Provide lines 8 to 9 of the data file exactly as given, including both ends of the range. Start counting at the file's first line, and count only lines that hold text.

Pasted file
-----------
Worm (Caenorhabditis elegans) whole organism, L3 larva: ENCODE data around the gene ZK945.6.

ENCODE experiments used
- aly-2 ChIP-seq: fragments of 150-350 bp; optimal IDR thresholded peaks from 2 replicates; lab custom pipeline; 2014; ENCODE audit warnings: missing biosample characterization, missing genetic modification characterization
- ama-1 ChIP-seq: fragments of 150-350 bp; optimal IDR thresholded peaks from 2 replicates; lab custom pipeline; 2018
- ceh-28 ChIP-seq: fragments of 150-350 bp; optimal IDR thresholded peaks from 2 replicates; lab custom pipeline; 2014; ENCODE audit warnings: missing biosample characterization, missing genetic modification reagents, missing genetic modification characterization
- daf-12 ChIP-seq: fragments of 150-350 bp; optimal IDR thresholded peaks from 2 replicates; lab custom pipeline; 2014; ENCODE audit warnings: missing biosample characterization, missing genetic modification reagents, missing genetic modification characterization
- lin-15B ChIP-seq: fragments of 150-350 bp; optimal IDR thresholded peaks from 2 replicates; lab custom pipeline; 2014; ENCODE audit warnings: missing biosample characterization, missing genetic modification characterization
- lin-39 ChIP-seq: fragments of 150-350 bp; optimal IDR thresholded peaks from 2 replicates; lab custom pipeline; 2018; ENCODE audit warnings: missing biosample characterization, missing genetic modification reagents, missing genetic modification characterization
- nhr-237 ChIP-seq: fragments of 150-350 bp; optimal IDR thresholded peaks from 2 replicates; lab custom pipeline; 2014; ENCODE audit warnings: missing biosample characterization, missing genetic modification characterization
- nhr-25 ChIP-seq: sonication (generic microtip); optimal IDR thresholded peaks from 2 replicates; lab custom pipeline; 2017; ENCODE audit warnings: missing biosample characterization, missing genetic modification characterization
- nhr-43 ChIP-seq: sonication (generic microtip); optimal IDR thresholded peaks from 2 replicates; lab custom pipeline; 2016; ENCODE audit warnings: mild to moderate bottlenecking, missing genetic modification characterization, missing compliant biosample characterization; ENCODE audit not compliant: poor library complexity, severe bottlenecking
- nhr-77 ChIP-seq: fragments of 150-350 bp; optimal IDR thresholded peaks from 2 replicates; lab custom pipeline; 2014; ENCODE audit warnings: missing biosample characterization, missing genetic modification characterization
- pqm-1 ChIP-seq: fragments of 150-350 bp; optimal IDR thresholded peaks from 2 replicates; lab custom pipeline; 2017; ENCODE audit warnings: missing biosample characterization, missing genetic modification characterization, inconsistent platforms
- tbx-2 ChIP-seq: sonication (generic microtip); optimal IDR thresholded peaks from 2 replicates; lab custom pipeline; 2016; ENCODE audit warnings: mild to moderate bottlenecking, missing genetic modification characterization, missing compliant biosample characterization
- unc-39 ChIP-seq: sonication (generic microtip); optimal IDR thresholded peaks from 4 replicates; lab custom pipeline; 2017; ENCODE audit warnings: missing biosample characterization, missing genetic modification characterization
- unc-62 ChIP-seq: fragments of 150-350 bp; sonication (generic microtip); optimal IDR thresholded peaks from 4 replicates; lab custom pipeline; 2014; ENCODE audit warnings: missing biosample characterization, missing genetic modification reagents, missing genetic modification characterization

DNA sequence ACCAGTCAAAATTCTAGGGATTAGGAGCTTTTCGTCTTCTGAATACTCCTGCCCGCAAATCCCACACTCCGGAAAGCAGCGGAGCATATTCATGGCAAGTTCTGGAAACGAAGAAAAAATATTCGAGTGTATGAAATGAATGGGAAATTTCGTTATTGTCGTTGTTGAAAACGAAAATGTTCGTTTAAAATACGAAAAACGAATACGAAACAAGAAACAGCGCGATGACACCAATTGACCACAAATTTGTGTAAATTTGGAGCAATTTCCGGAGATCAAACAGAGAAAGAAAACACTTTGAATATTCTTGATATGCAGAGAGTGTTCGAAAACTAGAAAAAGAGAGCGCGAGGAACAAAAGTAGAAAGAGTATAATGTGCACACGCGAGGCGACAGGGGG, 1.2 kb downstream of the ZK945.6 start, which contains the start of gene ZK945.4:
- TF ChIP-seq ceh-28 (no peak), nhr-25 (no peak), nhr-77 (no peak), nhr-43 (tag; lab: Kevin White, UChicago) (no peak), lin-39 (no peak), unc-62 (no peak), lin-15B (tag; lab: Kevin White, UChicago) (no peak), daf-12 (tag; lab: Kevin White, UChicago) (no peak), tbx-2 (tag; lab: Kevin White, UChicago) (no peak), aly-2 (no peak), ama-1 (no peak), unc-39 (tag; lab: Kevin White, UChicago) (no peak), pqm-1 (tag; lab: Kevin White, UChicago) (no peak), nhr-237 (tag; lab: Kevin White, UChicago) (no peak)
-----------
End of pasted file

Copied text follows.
- lin-39 ChIP-seq: fragments of 150-350 bp; optimal IDR thresholded peaks from 2 replicates; lab custom pipeline; 2018; ENCODE audit warnings: missing biosample characterization, missing genetic modification reagents, missing genetic modification characterization
- nhr-237 ChIP-seq: fragments of 150-350 bp; optimal IDR thresholded peaks from 2 replicates; lab custom pipeline; 2014; ENCODE audit warnings: missing biosample characterization, missing genetic modification characterization